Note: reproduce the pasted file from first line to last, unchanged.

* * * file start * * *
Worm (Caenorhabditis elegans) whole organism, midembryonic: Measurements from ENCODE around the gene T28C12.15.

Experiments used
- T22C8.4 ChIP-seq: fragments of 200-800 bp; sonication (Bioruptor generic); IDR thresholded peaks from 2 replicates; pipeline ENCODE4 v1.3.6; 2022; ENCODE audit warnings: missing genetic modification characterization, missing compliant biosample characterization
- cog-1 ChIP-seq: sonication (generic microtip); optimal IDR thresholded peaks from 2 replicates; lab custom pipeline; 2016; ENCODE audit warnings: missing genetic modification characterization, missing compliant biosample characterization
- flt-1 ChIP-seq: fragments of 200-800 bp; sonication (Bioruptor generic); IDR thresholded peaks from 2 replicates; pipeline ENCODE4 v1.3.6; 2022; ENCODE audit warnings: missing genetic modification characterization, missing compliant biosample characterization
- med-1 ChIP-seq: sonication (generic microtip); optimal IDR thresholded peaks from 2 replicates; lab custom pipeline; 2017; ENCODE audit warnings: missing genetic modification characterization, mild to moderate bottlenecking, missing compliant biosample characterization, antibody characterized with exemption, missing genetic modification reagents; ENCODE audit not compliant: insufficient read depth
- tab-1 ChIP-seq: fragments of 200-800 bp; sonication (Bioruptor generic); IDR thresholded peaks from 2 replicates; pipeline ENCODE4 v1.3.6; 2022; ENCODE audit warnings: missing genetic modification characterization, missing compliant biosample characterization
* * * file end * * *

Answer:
Worm (Caenorhabditis elegans) whole organism, midembryonic: Measurements from ENCODE around the gene T28C12.15.

Experiments used
- T22C8.4 ChIP-seq: fragments of 200-800 bp; sonication (Bioruptor generic); IDR thresholded peaks from 2 replicates; pipeline ENCODE4 v1.3.6; 2022; ENCODE audit warnings: missing genetic modification characterization, missing compliant biosample characterization
- cog-1 ChIP-seq: sonication (generic microtip); optimal IDR thresholded peaks from 2 replicates; lab custom pipeline; 2016; ENCODE audit warnings: missing genetic modification characterization, missing compliant biosample characterization
- flt-1 ChIP-seq: fragments of 200-800 bp; sonication (Bioruptor generic); IDR thresholded peaks from 2 replicates; pipeline ENCODE4 v1.3.6; 2022; ENCODE audit warnings: missing genetic modification characterization, missing compliant biosample characterization
- med-1 ChIP-seq: sonication (generic microtip); optimal IDR thresholded peaks from 2 replicates; lab custom pipeline; 2017; ENCODE audit warnings: missing genetic modification characterization, mild to moderate bottlenecking, missing compliant biosample characterization, antibody characterized with exemption, missing genetic modification reagents; ENCODE audit not compliant: insufficient read depth
- tab-1 ChIP-seq: fragments of 200-800 bp; sonication (Bioruptor generic); IDR thresholded peaks from 2 replicates; pipeline ENCODE4 v1.3.6; 2022; ENCODE audit warnings: missing genetic modification characterization, missing compliant biosample characterization